The anticipation of a job interview can be nerve-wracking for all job seekers, whether they are beginners or seasoned professionals. The fear of making a good impression on the hiring manager often results in even fully qualified candidates faltering during interviews. The best remedy for interview-induced anxiety is thorough preparation.

If you are seeking a job in quality assurance (QA), you’re in luck. This article presents a list of 25 commonly asked QA interview questions, along with suggested responses to help you prepare and feel more confident during your interview.

What Does a Quality Assurance Engineer Do?

Before delving into the common QA interview questions, it is essential to understand the primary responsibilities and daily duties of QA professionals. QA engineers are responsible for ensuring that products meet all requirements and function correctly. They oversee every phase of software development, conduct various types of tests, and implement processes to identify bugs as early as possible. Some of their day-to-day duties include:

What Do QA Interviewers Look for in Candidates?

Job descriptions provide valuable insights into what hiring managers seek in QA candidates. These expectations typically encompass technical knowledge, proficiency with specific tools, and essential soft skills. Commonly required qualifications include

Understanding of different software development methodologies (Waterfall, Agile, etc.).

Knowledge of software QA methodologies and testing approaches (manual and automated tests, negative and positive testing, white-box and black-box testing, functional and non-functional tests, integration and regression testing, etc.).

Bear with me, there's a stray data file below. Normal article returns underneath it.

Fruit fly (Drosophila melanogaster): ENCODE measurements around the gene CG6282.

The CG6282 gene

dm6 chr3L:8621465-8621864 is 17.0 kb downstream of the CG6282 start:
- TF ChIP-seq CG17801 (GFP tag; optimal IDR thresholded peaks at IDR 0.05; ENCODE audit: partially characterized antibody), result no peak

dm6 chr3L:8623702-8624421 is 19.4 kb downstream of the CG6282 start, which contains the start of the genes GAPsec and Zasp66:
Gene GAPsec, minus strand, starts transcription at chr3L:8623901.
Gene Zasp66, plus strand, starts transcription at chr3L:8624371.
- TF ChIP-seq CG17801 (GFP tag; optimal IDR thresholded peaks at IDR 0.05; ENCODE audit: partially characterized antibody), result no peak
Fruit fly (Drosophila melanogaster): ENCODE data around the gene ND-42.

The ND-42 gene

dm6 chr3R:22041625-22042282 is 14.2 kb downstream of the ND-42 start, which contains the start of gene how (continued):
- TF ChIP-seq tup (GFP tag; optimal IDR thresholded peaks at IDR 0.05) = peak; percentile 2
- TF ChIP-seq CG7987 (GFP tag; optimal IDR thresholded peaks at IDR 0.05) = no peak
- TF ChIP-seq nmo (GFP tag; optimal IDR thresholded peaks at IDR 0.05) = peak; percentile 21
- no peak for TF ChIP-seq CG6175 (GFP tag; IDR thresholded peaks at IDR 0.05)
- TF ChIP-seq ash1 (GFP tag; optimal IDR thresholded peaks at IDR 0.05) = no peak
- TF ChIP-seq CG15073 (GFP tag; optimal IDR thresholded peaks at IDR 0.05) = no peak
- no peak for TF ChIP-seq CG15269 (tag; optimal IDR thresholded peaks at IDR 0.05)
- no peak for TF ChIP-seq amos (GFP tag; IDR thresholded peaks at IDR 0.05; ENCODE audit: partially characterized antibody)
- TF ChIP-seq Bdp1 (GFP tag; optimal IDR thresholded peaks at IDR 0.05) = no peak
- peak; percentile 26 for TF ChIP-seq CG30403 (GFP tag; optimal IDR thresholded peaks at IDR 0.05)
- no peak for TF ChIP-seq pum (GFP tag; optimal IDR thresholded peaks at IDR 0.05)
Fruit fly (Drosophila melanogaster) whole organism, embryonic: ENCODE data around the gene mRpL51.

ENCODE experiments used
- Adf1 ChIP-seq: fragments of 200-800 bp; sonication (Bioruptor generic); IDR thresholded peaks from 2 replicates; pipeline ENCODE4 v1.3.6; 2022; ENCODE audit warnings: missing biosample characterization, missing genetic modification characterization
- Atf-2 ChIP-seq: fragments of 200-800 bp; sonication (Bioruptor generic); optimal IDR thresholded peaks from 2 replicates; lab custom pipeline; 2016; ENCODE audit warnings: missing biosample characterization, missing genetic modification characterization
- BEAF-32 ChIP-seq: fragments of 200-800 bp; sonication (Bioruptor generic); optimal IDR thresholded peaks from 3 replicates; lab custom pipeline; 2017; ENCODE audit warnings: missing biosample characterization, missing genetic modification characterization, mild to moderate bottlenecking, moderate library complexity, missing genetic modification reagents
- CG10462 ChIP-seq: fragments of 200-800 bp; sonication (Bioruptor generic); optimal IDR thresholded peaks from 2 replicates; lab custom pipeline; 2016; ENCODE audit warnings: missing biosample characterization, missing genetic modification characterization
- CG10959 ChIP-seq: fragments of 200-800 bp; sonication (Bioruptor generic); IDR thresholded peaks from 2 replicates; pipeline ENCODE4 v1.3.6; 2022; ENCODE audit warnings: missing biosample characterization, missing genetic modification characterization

Experience with issue-tracking software (Jira or similar).

Experience with test case creation software (TestRail or similar).

Strong analytical and problem-solving skills.

Effective written and verbal communication skills.

Attention to detail.

Most interview questions aim to assess these hard and soft skills. Interviewers will evaluate your knowledge of quality assurance terminology, inquire about your past software testing experience, and may pose more in-depth questions to gauge your proficiency with specific tools and technologies.

Now, let’s explore various types of QA interview questions and examples of how to answer them.

General Questions

QA interviews often commence with general questions to get to know you better, and understand your motivation, personality, and career goals.

Tell me about yourself.

Answer: “I work on web and mobile applications, ensuring everything works well and meets all requirements. I use TestRail to create and execute test cases and report issues in Jira. Additionally, I work with tools like Chrome DevTools, Xcode, Android Studio, ADB, and Unix.”

Why do you want to leave your current job?

Possible answers:

a. “My current role is an internship, and I am seeking a long-term opportunity.”

b. “The project I am working on is coming to an end in a few months, and I am looking for a new opportunity.”

c. “I am seeking new challenges and opportunities to explore new tools and technologies.”

Note: Provide a clear reason without badmouthing colleagues or managers, and avoid complaining about salary issues.

Why do you want to be a QA engineer?

Answer: “New technology has always been my passion. I love finding issues and contributing to the creation of high-quality products.”

In your response, emphasize your genuine interest in technology and quality assurance.

Basic QA Interview Questions

These questions aim to verify your understanding of fundamental quality assurance concepts in software development.

What is the difference between quality assurance, quality control, and testing?

Answer: “Quality assurance involves implementing steps to maintain quality and prevent issues. Quality control comprises activities that detect defects and verify product compliance with requirements. Testing is the process of finding errors.”